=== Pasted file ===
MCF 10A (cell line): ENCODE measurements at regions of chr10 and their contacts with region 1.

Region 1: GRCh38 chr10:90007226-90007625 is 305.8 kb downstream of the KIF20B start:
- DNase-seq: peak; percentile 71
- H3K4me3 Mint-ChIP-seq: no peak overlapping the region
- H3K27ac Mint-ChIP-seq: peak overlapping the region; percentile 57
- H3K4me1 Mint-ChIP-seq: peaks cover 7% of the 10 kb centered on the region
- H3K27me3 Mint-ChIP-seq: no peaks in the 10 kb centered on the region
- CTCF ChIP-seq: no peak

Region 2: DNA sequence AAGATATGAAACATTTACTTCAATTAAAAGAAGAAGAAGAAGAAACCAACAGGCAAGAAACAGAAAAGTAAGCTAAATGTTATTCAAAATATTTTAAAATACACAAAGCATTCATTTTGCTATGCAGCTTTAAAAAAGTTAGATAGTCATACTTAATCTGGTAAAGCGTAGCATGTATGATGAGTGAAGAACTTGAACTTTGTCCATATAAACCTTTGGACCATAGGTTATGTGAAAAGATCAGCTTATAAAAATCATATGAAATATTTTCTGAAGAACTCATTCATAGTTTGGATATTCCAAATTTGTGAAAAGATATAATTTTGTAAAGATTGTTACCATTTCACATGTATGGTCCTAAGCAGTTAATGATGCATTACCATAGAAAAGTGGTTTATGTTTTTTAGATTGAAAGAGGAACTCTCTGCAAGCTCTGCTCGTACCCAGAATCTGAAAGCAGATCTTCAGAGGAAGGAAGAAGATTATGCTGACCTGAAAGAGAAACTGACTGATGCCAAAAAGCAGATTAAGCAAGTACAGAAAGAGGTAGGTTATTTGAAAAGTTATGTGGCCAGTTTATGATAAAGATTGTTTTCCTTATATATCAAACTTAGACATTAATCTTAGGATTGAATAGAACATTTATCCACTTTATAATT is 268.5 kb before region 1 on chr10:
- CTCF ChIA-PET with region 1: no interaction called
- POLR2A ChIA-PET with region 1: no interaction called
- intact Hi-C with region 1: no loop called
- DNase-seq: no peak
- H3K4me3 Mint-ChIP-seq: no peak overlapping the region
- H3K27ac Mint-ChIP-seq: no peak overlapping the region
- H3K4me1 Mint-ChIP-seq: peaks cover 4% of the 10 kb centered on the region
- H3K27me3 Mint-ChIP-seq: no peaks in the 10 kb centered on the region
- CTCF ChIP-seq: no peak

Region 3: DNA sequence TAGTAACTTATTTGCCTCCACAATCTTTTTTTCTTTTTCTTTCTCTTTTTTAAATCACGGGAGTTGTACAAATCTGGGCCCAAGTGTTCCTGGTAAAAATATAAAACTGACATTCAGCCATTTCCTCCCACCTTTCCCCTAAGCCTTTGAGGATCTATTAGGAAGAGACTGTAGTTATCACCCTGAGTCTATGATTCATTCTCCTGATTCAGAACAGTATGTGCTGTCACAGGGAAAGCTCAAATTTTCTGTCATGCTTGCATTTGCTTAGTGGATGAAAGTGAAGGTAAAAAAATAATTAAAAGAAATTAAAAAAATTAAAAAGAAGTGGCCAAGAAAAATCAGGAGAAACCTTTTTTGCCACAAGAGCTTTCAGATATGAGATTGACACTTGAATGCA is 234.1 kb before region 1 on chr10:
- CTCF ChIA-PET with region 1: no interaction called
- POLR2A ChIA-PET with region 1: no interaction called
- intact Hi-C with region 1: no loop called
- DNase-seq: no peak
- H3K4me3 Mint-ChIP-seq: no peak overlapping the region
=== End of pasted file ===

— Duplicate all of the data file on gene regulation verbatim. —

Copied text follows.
MCF 10A (cell line): ENCODE measurements at regions of chr10 and their contacts with region 1.

Region 1: GRCh38 chr10:90007226-90007625 is 305.8 kb downstream of the KIF20B start:
- DNase-seq: peak; percentile 71
- H3K4me3 Mint-ChIP-seq: no peak overlapping the region
- H3K27ac Mint-ChIP-seq: peak overlapping the region; percentile 57
- H3K4me1 Mint-ChIP-seq: peaks cover 7% of the 10 kb centered on the region
- H3K27me3 Mint-ChIP-seq: no peaks in the 10 kb centered on the region
- CTCF ChIP-seq: no peak

Region 2: DNA sequence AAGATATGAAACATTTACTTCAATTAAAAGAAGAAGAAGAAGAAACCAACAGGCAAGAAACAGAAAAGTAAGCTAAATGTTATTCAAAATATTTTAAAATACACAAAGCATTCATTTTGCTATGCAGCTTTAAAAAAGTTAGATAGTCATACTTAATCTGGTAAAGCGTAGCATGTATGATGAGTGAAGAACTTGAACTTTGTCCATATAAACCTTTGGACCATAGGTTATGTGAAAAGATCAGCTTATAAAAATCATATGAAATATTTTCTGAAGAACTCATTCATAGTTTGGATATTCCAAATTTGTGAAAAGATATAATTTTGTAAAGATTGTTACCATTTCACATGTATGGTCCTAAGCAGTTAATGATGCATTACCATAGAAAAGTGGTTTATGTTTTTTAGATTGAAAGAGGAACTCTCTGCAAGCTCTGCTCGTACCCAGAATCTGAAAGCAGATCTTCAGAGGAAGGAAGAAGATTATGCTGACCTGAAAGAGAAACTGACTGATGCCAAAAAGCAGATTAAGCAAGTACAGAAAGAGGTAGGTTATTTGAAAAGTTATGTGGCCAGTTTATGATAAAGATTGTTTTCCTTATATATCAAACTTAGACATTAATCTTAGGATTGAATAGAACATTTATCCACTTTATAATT is 268.5 kb before region 1 on chr10:
- CTCF ChIA-PET with region 1: no interaction called
- POLR2A ChIA-PET with region 1: no interaction called
- intact Hi-C with region 1: no loop called
- DNase-seq: no peak
- H3K4me3 Mint-ChIP-seq: no peak overlapping the region
- H3K27ac Mint-ChIP-seq: no peak overlapping the region
- H3K4me1 Mint-ChIP-seq: peaks cover 4% of the 10 kb centered on the region
- H3K27me3 Mint-ChIP-seq: no peaks in the 10 kb centered on the region
- CTCF ChIP-seq: no peak

Region 3: DNA sequence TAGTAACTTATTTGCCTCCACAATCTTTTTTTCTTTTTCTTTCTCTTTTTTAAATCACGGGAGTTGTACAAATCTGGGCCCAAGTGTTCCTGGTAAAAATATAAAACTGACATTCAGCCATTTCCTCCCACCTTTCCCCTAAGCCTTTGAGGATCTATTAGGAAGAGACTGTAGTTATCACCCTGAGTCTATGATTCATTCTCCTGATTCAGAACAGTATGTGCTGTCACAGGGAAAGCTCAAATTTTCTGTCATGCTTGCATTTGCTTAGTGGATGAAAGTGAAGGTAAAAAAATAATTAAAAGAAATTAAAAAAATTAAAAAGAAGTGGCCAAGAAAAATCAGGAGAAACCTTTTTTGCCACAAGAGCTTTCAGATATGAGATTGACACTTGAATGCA is 234.1 kb before region 1 on chr10:
- CTCF ChIA-PET with region 1: no interaction called
- POLR2A ChIA-PET with region 1: no interaction called
- intact Hi-C with region 1: no loop called
- DNase-seq: no peak
- H3K4me3 Mint-ChIP-seq: no peak overlapping the region